When I was pregnant I got a baby jumper that installs in a doorframe. I saw pictures of me as a little baby loving life in my Johnny Jump Up and my mom encouraged me- said it was great when she needed her hands free to make dinner. However, though they are convenient, baby jumpers aren’t that great for development, so it’s best to know all the safety and developmental concerns before using one with your little one. Rady Children’s Hospital in San Diego and Livestrong discuss the pros and cons. The American Academy of Pediatrics says simply to ‘Limit time spent in items that restrict movement (car seats, strollers, bouncy seat, etc)’. Here is the skinny.
Safety Concerns of Baby Jumpers
Installing Baby Jumper in the Doorframe
Be extra-vigilant when acquiring and installing your baby jumper in the door frame. Opt for one that is new, so you are sure the parts work correctly. Make sure it is adapted to the height and weight of your baby. When you install it follow and double-check the instructions. Give it a good tug before you put baby in it, making sure it can handle the weight and movements baby will make. The danger is, of course, that either the mechanism will fail or the construction of the door will be compromised, causing the baby to fall and/or sustain trauma from the mechanism falling on them.
Installing Baby in Baby Jumper
Getting baby installed is tricker than it looks. Particularly if you have a baby like my own, that likes to grab the straps and flail all her limbs in every direction. Easy does it. This is always the part that makes me nervous.
While Baby is Installed
Watch baby at all times. Make sure the area is clear around the baby. Environmental dangers include older siblings playing with baby, or pushing the baby into the doorframe. Big dogs may present the same problem. Baby may even propel themselves into the doorframe. Their leg movements are unpredictable when they’re so tiny.
Developmental Problems with Baby Jumpers
This type of jumping movement simply isn’t developmentally appropriate. It encourages babies to put all their weight on their tiptoes, hips, and spine, before they are ready. This may cause their bodies to develop in an asymmetrical way, resulting in delayed motor skill development, and delayed walking.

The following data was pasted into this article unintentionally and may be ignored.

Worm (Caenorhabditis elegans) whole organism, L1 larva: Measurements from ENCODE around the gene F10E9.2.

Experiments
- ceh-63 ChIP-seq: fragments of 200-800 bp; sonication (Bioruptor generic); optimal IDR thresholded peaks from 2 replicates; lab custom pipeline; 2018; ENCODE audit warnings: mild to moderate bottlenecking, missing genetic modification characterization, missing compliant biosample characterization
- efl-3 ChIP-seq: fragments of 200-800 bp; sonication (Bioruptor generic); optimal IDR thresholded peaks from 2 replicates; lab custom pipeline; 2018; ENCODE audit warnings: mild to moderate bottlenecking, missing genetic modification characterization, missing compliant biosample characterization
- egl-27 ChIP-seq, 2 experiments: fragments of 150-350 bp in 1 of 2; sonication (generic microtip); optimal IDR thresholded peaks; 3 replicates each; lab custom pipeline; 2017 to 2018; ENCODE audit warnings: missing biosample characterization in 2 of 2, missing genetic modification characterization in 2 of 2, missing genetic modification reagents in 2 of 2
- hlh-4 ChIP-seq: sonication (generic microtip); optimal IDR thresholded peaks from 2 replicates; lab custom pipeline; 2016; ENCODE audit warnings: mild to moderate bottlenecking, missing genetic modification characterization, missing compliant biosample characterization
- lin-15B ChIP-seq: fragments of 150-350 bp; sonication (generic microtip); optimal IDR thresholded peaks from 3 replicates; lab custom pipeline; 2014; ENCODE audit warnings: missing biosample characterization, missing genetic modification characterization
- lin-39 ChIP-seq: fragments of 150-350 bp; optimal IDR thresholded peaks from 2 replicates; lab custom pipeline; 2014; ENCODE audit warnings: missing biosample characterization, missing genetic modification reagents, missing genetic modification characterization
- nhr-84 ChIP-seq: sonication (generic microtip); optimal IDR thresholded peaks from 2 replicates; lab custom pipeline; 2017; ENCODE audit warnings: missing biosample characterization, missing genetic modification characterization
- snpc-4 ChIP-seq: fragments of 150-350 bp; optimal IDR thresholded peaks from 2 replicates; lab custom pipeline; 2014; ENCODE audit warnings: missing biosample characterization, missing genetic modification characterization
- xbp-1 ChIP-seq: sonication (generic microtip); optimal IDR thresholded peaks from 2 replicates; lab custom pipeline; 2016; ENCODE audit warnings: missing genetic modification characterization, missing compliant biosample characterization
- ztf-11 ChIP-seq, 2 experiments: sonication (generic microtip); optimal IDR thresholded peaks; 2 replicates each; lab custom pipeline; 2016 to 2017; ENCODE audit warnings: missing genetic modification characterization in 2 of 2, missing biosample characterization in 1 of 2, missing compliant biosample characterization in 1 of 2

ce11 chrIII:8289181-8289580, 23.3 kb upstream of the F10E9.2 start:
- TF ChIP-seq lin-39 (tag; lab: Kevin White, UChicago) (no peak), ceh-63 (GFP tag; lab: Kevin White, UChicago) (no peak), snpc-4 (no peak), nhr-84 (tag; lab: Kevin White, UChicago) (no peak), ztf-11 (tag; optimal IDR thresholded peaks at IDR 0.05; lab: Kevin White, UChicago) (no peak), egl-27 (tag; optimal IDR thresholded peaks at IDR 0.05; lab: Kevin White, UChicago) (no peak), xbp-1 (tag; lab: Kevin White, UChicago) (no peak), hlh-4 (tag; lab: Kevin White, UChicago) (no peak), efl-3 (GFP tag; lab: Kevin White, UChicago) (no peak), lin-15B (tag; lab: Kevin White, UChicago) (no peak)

Plus, being suspended like this doesn’t encourage them to learn how to balance, which makes sense, how would they learn how to balance if they can’t practice it? We can buy all the gadgets on the market, but babies simply need time on the floor, moving freely, in order to learn the skills they will need to eventually crawl, walk and run.
Benefits of Baby Jumpers?
Baby Jumpers encourages babies to move, allowing them to burn off some energy. They won’t risk Flat Head Syndrome being upright like this, as that is something that only happens when babies are often confined to something in a resting position (a reclining baby chair, a stroller, or a rocker, for example). Though you must be very close to baby, you are allowed to have your hands free for a bit. Which, let’s be honest here, is invaluable, particularly if you’re the only adult in the house.
Baby Jumpers in Practice
To sum up, address safety and developmental concerns by making sure:
- the device is correctly installed,
- accommodates the weight/age/height of baby,
- the baby is correctly (and carefully) installed,
- baby doesn’t spend more than 15 minutes per day in it, and
- an adult is always within arms’ reach.
A baby jumper is good for those times when baby doesn’t want to be left alone in her crib, but you can’t have her underfoot. Showers, going to the bathroom, or cooking for example. You don’t want baby crawling around on the bathroom floor, or in the kitchen when you’re cooking, so baby jumpers are one solution for those moments.
How do you feel about baby jumpers? Would you use one?